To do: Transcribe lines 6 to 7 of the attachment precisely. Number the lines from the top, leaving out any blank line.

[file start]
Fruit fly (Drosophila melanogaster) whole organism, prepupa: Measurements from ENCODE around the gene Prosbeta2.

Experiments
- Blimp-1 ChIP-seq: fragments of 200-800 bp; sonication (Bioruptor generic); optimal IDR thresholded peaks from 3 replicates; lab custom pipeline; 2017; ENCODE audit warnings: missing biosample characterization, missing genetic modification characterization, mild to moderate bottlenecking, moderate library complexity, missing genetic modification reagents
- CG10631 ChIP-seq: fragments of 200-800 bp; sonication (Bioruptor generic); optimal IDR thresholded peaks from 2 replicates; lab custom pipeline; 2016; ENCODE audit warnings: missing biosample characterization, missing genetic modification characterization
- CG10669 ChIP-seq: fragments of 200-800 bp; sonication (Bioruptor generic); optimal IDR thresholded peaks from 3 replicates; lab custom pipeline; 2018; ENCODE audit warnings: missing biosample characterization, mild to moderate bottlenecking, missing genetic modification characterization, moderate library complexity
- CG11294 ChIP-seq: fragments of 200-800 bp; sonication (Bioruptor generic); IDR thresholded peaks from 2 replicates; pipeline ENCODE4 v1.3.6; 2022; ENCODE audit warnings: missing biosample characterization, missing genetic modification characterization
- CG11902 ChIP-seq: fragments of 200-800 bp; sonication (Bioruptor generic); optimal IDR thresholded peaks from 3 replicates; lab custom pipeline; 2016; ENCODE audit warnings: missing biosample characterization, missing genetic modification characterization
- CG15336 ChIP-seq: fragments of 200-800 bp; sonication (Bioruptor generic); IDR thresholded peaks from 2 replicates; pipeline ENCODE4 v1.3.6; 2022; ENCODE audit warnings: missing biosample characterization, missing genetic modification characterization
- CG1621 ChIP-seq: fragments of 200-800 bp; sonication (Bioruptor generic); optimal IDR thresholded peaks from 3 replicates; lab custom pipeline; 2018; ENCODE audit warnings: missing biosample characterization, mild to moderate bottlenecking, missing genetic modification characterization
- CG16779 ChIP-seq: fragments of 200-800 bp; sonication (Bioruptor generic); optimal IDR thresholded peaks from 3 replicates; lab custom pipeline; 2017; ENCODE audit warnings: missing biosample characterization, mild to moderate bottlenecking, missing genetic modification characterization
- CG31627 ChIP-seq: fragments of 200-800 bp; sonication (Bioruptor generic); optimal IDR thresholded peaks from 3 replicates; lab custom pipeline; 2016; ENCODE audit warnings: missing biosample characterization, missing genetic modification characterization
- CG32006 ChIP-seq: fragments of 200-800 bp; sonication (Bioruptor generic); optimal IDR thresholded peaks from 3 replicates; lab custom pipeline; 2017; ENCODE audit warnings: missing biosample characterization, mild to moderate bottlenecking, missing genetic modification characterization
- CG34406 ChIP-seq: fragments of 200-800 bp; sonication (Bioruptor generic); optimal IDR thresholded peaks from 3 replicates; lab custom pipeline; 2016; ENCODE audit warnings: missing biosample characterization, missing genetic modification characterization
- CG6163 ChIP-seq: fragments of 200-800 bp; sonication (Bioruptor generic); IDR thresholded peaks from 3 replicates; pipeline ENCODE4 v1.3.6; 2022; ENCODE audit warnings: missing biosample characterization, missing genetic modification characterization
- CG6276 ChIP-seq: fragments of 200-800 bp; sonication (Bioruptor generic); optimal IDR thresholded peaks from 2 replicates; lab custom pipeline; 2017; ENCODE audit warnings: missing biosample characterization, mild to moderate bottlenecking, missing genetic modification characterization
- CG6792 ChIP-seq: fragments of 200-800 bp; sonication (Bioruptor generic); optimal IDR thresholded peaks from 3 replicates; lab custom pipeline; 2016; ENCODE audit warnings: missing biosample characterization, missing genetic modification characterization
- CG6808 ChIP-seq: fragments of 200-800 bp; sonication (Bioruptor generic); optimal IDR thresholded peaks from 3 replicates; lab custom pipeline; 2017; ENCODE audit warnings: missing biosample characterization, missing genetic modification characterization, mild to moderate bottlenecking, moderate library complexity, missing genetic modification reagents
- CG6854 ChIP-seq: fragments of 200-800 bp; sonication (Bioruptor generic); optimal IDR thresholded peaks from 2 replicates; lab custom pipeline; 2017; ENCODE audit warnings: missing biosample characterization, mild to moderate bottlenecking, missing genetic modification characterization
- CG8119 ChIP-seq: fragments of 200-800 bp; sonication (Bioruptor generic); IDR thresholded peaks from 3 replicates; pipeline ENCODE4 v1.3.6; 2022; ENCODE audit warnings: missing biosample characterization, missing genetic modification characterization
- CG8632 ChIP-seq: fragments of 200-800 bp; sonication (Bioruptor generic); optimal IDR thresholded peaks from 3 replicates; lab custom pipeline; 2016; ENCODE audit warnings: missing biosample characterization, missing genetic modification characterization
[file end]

- CG11294 ChIP-seq: fragments of 200-800 bp; sonication (Bioruptor generic); IDR thresholded peaks from 2 replicates; pipeline ENCODE4 v1.3.6; 2022; ENCODE audit warnings: missing biosample characterization, missing genetic modification characterization
- CG11902 ChIP-seq: fragments of 200-800 bp; sonication (Bioruptor generic); optimal IDR thresholded peaks from 3 replicates; lab custom pipeline; 2016; ENCODE audit warnings: missing biosample characterization, missing genetic modification characterization